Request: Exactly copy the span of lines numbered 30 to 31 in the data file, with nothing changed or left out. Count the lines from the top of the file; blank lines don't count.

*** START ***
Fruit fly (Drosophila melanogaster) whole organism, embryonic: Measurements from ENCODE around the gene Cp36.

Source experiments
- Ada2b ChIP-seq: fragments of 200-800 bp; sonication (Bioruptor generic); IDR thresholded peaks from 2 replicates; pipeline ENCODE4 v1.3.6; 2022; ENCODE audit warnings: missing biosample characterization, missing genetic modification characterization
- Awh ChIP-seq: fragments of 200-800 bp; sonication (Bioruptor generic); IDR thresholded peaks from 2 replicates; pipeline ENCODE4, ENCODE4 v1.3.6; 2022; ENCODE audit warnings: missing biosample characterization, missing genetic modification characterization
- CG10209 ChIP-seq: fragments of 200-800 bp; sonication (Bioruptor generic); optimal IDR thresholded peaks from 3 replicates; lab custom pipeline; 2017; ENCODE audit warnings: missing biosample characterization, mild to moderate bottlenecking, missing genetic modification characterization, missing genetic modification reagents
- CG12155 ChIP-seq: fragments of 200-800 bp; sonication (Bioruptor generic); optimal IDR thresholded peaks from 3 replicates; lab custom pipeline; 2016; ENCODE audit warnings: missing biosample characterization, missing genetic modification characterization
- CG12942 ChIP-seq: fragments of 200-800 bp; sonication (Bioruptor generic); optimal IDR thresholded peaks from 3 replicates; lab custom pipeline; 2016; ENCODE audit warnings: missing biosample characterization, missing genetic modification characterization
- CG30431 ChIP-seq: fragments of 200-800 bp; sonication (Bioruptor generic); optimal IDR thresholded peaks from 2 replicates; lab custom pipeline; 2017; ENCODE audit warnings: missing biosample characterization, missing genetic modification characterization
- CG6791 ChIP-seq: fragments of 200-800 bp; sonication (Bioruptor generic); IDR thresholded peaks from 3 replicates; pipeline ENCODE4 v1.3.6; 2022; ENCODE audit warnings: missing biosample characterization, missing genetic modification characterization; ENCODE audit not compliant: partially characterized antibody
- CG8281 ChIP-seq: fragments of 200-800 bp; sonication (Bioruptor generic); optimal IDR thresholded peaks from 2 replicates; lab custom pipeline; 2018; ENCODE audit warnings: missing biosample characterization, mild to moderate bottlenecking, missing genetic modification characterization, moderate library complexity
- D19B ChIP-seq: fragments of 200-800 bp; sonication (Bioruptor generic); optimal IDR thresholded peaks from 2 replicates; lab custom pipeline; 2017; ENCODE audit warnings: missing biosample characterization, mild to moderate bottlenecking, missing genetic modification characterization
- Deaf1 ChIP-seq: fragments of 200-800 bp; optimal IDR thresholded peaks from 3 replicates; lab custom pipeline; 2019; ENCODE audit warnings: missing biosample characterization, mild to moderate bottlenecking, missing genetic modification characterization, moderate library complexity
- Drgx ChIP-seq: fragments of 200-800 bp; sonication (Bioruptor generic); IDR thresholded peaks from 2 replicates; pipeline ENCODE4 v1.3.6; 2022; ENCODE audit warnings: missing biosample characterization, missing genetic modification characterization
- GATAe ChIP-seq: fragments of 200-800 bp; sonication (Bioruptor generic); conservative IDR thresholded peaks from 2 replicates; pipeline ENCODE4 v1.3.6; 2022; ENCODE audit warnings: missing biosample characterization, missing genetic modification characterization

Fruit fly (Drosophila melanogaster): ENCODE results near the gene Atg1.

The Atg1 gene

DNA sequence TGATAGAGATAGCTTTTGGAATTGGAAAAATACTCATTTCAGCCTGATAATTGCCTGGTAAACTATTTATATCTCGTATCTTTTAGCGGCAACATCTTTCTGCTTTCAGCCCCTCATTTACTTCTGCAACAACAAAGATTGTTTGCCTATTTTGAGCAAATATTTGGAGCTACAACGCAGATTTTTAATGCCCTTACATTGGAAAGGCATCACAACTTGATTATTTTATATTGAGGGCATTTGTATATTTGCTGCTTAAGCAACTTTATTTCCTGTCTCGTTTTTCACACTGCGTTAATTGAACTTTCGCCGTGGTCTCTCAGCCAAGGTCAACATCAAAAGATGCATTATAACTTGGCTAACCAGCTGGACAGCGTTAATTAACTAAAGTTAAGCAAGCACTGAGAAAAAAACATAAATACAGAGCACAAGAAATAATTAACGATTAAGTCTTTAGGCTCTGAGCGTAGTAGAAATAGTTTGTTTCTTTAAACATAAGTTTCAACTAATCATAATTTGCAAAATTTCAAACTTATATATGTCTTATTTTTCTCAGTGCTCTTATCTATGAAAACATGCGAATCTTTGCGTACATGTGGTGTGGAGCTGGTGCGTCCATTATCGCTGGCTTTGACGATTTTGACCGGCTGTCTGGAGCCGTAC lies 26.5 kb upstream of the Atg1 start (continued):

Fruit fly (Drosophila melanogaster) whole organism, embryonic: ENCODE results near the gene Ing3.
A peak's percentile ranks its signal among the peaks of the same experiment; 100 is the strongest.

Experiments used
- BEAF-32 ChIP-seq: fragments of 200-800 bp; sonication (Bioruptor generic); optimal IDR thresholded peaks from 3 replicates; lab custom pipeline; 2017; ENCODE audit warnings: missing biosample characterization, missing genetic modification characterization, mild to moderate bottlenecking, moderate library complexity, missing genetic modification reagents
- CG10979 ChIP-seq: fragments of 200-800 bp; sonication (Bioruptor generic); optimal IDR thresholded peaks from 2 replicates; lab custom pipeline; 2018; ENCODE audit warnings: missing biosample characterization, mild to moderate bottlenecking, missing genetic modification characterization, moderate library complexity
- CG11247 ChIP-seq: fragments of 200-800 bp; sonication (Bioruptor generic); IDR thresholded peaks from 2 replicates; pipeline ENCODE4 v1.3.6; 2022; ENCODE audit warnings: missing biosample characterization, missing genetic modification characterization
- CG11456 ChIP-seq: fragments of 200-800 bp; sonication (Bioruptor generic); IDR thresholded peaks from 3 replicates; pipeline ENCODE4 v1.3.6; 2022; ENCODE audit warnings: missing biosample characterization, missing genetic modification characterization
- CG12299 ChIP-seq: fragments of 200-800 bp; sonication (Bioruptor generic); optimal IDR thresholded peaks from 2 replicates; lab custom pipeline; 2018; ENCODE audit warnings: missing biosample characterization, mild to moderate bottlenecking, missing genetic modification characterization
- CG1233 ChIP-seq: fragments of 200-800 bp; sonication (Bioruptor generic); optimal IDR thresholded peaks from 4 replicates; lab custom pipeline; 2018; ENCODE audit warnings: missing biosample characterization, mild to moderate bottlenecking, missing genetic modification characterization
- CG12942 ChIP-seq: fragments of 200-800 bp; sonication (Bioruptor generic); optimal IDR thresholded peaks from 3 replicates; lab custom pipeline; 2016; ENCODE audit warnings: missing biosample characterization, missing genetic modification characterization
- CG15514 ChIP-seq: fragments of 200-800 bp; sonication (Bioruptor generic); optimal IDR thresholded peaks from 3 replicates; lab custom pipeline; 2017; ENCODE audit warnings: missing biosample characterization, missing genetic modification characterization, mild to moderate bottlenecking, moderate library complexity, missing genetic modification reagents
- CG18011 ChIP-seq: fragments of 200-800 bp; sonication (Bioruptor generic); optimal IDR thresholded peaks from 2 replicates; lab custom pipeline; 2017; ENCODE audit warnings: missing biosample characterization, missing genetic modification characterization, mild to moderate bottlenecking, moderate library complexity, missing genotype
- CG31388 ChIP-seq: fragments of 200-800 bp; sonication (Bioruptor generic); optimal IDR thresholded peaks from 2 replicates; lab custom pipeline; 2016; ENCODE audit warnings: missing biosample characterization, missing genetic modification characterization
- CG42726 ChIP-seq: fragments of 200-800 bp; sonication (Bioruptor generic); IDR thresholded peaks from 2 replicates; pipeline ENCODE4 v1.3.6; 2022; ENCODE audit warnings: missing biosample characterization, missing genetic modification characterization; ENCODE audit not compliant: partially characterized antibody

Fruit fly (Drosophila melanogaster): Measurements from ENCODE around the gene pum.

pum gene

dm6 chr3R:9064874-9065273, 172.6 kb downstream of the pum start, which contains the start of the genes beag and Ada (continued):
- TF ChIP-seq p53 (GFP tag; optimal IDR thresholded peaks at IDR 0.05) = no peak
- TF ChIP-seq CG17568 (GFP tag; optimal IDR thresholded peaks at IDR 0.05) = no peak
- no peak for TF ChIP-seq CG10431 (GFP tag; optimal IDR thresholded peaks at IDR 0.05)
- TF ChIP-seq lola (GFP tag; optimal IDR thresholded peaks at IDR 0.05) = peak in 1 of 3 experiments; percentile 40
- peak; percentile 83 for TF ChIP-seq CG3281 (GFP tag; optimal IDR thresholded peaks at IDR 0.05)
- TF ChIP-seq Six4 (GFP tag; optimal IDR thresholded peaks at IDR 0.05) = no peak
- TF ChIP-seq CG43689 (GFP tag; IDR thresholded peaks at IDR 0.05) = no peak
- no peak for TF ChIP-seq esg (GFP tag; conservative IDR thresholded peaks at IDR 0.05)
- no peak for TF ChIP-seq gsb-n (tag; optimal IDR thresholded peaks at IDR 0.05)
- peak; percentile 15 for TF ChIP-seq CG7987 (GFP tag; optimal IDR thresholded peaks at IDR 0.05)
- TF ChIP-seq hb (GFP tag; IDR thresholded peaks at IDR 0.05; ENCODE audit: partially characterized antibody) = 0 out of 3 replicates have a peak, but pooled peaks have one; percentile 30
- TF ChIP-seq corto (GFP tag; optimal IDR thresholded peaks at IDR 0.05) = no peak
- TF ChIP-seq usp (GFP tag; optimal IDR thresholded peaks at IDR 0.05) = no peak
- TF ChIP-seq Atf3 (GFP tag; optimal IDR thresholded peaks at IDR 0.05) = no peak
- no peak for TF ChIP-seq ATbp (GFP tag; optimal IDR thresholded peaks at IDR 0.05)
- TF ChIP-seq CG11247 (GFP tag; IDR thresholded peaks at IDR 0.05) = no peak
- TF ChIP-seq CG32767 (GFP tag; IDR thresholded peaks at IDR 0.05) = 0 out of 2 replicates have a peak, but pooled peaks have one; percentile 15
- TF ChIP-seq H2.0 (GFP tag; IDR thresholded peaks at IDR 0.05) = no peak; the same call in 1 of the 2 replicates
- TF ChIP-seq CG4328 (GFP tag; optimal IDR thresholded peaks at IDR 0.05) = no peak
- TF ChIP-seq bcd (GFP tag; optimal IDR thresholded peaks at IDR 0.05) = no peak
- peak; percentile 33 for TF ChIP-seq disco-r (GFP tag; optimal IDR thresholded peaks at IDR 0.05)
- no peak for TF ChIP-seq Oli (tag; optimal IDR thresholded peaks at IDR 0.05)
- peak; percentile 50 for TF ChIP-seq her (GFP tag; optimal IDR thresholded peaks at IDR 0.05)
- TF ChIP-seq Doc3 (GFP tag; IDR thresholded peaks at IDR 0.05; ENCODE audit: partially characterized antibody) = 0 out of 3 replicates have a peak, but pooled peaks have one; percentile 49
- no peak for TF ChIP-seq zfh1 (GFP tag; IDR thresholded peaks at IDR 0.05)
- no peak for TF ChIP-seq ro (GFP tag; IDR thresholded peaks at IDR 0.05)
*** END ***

- CG31388 ChIP-seq: fragments of 200-800 bp; sonication (Bioruptor generic); optimal IDR thresholded peaks from 2 replicates; lab custom pipeline; 2016; ENCODE audit warnings: missing biosample characterization, missing genetic modification characterization
- CG42726 ChIP-seq: fragments of 200-800 bp; sonication (Bioruptor generic); IDR thresholded peaks from 2 replicates; pipeline ENCODE4 v1.3.6; 2022; ENCODE audit warnings: missing biosample characterization, missing genetic modification characterization; ENCODE audit not compliant: partially characterized antibody